Missed By A Million
You may think that I'm all wet, but the volume of water referred to in your article on Lost Valley Hatchery calls for re-examination.
It says the three wells can bring to the surface "3,500 million gallons per minute." That's three and a half billion any way you look at it. My grandson helped me with the math, so it's right.
The water that flows from Hoover dam is just a trickle by comparison.
George Davidson, Kansas City
Editor's note: Good catch of our egregious error. The new hatchery is no challenge to Hoover Dam. The wells at the Lost Valley Hatchery have the ability to extract a combined 3,500 gallons per minute.
Thank you for your director's editorial, "Joining the Flat Earth Society." As administrator of a village government in southwest St. Louis County, I have recently observed firsthand the "leveling out" of terrain in the construction of Highway 141 through our area.
First, the fish in our lake impoundment were killed by discharges of highly chlorinated water released through our storm water system by the water company as new lines were enlarged and relocated. Then, line flushings moved large amounts of uncontrolled water over our parkland, carrying debris into the lake. Finally, failure of the highway contractor to control silt and loose earth movement during the spring rains created a sludge base in the impoundment. How much of that escaped downstream to form new problems and how much remains to be dredged from the lake and redeposited in some growing and useless landfill remains to be seen.
Few construction efforts pose a greater danger to local environments than major highway construction. Keep up the drumbeat of concern.
Carol J. Weber, Twin Oaks
Our store sells archery equipment and from time to time archers come in and tell me they shot a coyote, bobcat or fox. When I talk to them, they don't even think about the fact that the season is not open until Nov. 20. They also seem to forget that they need a hunting license for these animals, not a bow tag.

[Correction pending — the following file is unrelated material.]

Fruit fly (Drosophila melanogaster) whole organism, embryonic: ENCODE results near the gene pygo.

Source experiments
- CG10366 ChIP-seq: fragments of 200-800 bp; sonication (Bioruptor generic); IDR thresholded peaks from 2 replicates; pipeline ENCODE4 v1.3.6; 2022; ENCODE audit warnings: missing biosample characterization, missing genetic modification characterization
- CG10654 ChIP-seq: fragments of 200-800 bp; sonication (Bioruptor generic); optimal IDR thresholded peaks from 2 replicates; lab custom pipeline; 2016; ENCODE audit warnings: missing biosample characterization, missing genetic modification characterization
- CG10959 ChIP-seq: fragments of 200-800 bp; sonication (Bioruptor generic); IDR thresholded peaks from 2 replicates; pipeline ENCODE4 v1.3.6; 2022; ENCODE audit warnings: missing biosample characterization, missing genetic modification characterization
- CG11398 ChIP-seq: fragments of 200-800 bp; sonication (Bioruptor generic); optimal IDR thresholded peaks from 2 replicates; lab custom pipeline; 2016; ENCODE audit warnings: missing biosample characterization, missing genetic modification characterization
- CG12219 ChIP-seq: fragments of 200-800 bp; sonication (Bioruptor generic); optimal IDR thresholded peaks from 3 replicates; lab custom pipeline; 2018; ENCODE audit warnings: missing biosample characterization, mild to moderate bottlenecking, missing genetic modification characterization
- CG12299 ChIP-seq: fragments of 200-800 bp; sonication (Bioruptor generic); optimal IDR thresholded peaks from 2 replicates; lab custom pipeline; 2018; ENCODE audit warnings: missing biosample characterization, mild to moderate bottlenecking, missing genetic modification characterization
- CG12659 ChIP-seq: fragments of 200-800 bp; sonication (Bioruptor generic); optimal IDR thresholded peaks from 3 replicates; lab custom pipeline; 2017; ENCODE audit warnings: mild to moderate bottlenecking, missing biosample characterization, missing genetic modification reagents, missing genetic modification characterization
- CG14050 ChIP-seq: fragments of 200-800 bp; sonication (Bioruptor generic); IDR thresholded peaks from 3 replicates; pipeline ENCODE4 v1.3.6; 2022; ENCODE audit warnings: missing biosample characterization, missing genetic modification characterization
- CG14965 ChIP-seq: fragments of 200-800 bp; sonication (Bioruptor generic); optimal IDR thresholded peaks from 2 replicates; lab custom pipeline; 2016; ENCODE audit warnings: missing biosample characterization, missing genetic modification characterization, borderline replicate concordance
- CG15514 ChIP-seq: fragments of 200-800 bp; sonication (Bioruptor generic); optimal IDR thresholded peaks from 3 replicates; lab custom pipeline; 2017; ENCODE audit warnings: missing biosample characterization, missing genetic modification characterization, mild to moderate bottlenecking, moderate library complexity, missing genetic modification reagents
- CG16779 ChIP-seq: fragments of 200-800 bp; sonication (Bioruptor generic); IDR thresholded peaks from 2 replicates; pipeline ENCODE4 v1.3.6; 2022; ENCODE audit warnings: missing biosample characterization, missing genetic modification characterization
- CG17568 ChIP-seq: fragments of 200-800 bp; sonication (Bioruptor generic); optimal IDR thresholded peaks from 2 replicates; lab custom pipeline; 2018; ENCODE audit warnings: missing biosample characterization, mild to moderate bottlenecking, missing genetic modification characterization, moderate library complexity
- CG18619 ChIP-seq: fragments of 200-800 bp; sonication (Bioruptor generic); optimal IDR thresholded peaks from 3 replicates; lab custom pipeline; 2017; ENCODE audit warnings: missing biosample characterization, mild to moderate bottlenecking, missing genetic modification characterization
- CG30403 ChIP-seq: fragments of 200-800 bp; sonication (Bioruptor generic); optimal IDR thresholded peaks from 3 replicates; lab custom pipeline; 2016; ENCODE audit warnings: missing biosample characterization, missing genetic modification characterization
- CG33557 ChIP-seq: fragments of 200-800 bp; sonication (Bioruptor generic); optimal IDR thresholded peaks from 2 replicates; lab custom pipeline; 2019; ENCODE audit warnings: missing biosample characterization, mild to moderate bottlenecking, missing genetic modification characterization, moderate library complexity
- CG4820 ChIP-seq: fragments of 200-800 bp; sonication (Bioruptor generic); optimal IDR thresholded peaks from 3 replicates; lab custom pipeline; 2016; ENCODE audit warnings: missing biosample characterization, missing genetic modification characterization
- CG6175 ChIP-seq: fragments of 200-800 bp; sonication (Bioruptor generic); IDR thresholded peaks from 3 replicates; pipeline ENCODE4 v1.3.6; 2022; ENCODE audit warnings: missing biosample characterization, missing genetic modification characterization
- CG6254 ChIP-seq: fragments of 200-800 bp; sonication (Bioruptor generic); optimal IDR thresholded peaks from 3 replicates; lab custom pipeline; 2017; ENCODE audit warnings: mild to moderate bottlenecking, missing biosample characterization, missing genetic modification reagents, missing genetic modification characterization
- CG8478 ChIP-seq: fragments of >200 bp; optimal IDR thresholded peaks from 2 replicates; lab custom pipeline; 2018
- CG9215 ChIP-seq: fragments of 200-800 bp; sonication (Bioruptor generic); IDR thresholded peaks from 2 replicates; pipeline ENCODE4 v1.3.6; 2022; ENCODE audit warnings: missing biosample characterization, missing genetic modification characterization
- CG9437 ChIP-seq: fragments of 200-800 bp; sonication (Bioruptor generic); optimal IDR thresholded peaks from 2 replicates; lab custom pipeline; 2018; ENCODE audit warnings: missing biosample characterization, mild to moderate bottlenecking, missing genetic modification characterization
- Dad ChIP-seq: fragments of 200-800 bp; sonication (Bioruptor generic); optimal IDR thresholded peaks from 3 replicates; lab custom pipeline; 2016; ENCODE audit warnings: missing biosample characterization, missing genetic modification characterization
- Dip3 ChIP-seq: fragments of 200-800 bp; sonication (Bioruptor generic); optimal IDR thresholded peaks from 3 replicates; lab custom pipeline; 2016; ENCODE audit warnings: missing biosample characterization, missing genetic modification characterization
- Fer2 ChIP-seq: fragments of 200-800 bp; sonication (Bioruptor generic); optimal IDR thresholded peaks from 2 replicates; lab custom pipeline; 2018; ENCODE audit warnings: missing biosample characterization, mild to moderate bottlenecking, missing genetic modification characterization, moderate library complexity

Marvin Batson, Springfield.
I enjoyed the article on crab spiders. It reminded me of an interesting experience I had with one of these creatures.
I was working on a slight slope and when I accidentally dislodged her from a coreopsis flower, a crab spider folded her legs around her body, making a wheel-like shape. She then rolled down the slope and away from the perceived danger, which was me. How endlessly fascinating are nature's ways!
Adrianne Rueff, Henderson, Nevada
I live at Lake St. Louis and cleaned-out clam shells appear on my tie wall. The water by the ties is over 6 feet deep. If we had otters in the lake, I would suspect them. Raccoons like clams, but would they dive down in 6 feet of water? What do you think is having clam dinners on my lawn?
Conrad Faber, Lake St. Louis
Editor's note: Our best guess would be a muskrat or raccoon. Muskrats usually prefer to feed in areas sheltered from above. It's unlikely a raccoon would dive that deep, but one may be retrieving clams from shallower water and dining on your seawall.